ational and utility maximising choices made by the prospective voters, and if the costs outweigh the benefits, it is considered rational ignorance (Rowley and Schneider, 2008, p. 121). On the other hand, they might decide not to take part in an election because the costs outweigh the benefits, in what can be considered rational abstention (Cooter, 2000, p. 22). Other problems may develop from the voting itself, where, for instance, the median voter decides the result in majority-rule elections, and this creates a situation where the preferences of other voters are ignored. In this case, a voting paradox develops, since when three or more people vote, a consistent ranking of their preferences cannot be achieved. Based on rational choice theory, therefore, voting is considered an irrational act, since the possibility of a single vote affecting an election is negligible, but voting still incurs costs and people continue to vote. Keith Dowding attempted to solve this paradox by making modifications to the rational choice framework, arguing that people vote based on a sense of duty. The modification reserves the notion that people achieve utility maximisation. Stephen Parsons (in the paper quoted above in the question) does not agree with this claim, and is of the opinion that, in order to have any explanatory backing, “duty must be modelled as a modified lexicographic preference” (Parsons, 2006, p. 295). Therefore, I agree with Parsons since, these preferences are proscribed by the continuity axiom that is needed so that a preference ordering can be represented by a function of utility which supports the statement, “The act of voting out of a sense of duty is not a utility maximizing act” (2006, p. 295).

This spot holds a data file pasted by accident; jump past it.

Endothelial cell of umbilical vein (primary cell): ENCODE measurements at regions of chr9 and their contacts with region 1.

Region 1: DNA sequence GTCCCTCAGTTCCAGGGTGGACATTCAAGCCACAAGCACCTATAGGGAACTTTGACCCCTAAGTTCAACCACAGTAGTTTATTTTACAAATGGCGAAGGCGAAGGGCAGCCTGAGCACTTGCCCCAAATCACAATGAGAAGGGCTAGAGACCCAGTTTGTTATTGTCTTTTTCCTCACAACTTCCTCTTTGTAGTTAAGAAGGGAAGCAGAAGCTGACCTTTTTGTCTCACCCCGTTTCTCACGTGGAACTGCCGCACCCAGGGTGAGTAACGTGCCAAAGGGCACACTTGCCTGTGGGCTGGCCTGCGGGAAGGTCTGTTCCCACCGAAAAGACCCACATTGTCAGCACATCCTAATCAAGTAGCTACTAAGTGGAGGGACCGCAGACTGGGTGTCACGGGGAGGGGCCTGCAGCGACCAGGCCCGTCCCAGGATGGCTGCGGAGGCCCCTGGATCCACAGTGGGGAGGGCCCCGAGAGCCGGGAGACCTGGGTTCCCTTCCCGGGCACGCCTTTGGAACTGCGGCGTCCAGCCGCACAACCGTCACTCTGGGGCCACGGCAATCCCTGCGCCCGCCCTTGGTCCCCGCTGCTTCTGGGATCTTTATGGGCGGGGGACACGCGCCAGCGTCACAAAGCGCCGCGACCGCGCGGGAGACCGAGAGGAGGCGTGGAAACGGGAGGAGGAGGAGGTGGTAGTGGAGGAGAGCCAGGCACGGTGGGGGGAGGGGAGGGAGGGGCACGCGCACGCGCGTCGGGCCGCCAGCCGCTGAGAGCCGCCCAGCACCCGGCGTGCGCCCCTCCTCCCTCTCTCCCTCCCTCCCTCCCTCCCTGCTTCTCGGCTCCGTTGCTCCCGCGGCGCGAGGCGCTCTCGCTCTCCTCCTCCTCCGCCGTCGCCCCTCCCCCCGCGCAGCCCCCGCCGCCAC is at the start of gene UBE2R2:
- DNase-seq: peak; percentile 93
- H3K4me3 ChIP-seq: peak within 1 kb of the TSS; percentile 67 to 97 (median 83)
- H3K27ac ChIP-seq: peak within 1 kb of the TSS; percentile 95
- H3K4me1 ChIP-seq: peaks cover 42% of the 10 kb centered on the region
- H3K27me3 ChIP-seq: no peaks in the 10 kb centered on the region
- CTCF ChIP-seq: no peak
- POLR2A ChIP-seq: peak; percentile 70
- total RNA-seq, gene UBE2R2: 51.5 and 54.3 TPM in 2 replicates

Maximising utility is an economic concept, denoting that, when deciding what to buy, a consumer tries to attain the biggest possible value while spending the smallest amount. In this case, the goal of the consumer is maximisation of the total value that can be